KARACHI, Pakistan: Troops were told to 'arrest or shoot anyone involved in violence and riots threatening life or property.'
A man was killed Sunday in Karachi as rioting continued for a second day, leaving more than 39 people dead in one of the biggest challenges to General Pervez Musharraf since he took over as president of Pakistan in a military coup in 1999.
Rallies timed for a visit to Karachi on Saturday by the country's top judge set off gunfights and clashes between rival political activists that left corpses in the streets and raised new fears for the stability of Pakistan.
The unrest resumed Sunday in several neighborhoods of Karachi dominated by ethnic Pashtuns, and "unknown people" shot and killed a man identified as Saifur Rehman, according to Shad Masih, a police officer. He said the police had dispersed a crowd in the area using tear gas.
Still, most of the city was calmer Sunday, with security forces in armored personnel carriers and pickup trucks with mounted machine guns patrolling mostly peaceful and deserted streets.
But in a sign that tensions were still high, the government authorized paramilitary troops on Sunday to shoot anyone involved in serious violence in Karachi.
"We have increased the presence of Rangers in the city and have told them to arrest or shoot anyone involved in violence and riots threatening life or property," the interior secretary, Syed Kamal Shah, said.
The clashes Saturday, some of the worst political violence in Pakistan in years, were set off by the arrival of Iftikhar Chaudhry, whom Musharraf suspended as chief justice of the Supreme Court.
Chaudhry had come to Karachi to address lawyers of the Sindh High Court Bar Association, but he was unable to leave the airport after his arrival around noon Saturday.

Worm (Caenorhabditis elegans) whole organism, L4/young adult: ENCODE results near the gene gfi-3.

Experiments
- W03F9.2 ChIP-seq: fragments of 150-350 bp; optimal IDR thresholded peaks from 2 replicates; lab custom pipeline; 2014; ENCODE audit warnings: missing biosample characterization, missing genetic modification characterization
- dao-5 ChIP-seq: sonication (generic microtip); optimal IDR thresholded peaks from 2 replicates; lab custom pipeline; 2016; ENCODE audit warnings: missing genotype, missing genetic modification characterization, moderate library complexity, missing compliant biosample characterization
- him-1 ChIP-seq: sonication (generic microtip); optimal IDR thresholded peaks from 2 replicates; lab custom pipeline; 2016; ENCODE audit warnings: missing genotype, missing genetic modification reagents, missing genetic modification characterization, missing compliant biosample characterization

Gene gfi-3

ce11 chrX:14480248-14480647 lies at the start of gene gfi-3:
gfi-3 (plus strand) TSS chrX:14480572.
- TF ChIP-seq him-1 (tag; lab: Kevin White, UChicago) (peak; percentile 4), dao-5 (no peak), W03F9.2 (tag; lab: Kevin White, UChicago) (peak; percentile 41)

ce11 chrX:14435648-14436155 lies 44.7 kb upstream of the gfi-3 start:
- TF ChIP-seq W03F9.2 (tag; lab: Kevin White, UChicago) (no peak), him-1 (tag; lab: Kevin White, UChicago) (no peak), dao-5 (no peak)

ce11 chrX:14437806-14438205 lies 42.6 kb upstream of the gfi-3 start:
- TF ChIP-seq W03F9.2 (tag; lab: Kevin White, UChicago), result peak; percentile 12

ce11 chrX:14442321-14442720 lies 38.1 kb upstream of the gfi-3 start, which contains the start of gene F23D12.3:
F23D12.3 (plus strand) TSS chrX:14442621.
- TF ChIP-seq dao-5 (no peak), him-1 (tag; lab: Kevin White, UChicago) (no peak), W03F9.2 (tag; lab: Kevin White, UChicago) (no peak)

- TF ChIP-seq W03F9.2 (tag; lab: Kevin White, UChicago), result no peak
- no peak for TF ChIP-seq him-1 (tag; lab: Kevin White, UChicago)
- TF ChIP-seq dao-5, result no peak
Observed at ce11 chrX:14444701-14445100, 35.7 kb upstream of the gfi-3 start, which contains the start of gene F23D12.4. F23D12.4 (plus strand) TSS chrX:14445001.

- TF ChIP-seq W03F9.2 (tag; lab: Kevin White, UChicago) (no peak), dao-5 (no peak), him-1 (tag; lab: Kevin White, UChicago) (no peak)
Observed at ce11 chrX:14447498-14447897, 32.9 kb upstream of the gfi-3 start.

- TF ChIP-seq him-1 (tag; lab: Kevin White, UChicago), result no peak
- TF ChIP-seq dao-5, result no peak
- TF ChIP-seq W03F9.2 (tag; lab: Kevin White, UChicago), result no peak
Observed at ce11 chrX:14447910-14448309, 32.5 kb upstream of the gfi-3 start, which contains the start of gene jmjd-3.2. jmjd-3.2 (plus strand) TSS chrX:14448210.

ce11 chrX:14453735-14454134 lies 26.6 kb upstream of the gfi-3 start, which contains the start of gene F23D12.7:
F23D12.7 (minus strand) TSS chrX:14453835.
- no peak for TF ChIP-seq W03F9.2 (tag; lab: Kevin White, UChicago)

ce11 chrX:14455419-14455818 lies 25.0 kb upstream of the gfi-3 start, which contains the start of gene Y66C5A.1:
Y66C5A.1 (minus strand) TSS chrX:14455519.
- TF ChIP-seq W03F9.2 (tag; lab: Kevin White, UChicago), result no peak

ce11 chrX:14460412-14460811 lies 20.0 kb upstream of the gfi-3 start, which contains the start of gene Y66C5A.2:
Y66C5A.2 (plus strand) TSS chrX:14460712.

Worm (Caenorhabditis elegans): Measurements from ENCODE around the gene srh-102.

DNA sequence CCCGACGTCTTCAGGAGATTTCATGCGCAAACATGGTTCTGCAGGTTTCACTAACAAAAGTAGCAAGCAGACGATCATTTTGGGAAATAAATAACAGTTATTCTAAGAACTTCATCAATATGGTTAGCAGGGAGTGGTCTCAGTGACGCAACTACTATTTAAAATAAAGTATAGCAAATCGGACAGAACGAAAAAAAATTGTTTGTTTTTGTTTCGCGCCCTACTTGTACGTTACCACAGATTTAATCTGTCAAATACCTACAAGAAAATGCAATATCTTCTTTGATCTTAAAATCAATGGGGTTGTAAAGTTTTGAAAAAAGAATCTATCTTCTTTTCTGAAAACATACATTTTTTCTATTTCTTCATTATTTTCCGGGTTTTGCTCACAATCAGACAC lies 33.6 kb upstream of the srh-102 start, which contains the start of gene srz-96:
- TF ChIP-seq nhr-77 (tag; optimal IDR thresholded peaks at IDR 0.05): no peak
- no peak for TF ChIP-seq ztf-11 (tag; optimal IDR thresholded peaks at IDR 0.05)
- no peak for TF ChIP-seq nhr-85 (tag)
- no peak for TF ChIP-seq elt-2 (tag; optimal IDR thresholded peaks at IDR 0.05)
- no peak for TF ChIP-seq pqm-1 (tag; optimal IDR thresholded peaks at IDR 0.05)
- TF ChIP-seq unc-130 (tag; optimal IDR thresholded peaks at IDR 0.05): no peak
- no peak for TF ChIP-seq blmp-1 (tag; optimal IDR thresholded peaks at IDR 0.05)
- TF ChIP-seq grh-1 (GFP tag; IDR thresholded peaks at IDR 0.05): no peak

Gunfire began as Chaudhry's plane landed, and dozens of vehicles were set on fire. Smoke rose from at least four areas of the city, where competing rallies had been scheduled by members of the pro-government political party in power in Karachi and supporters of the judge. Armed groups from the two camps exchanged fire.
Pakistan has been embroiled in a growing legal and political crisis since Musharraf suspended Chaudhry in March, accusing him of misuse of power and nepotism. Chaudhry has denied the charges, and his supporters say they are politically motivated.
At a state-sponsored rally Saturday evening in Islamabad, Musharraf addressed a crowd from behind a bulletproof screen.
He said that his "heart was bleeding" when he saw television coverage of the violence in Karachi but that a judicial issue had become inappropriately politicized. He warned opponents against trying to capitalize on the situation: "Do not challenge us. We are not cowards like you. We have the power of the people."
Karachi, the country's commercial hub, has a history of sectarian and political violence. The Muttahida Qaumi Movement, the party that controls the city government, is allied with Musharraf.
Leaders of the Muttahida Qaumi Movement said that Chaudhry was responsible.
"The chief justice should have known this would happen," Nasreen Jalil, the deputy mayor of Karachi, said by telephone.
She said that the Muttahida Qaumi Movement would not allow the opposition to take over the city.
Chaudhry and lawyers traveling with him returned to Islamabad late Saturday.
Human rights activists condemned the violence and the Muttahida Qaumi Movement's role in it.
"The sequence of events leading up to this violence, including statements from the provincial authorities and the arrest of hundreds of opposition activists in the last few days, indicates that the government, acting through its coalition partners, has deliberately sought to foment violence in Karachi," said Ali Dayan Hasan, South Asia researcher for Human Rights Watch.
"The callous inaction of law enforcement authorities in the face of extensive violence can either be explained as government incompetence or complicity," Hasan said.
Gunfire along Afghan border
Pakistani security forces and Afghan soldiers exchanged gunfire along their border Sunday, leaving at least six Afghan troops dead, The Associated Press reported from Islamabad, citing a Pakistani military official.
Afghan officials gave a different account. General Abdul Rahman, chief of the Afghan border police, said Pakistani heavy-weapons fire had hit a school, a bazaar and clinic, killing one civilian and wounding five police and three civilians.
Tension has been running high between Afghanistan and Pakistan, its eastern neighbor, over controlling the 2,430-kilometer, or 1,510-mile, border and stemming the flow of Taliban and Al Qaeda militants that stage cross-border attacks inside Afghanistan.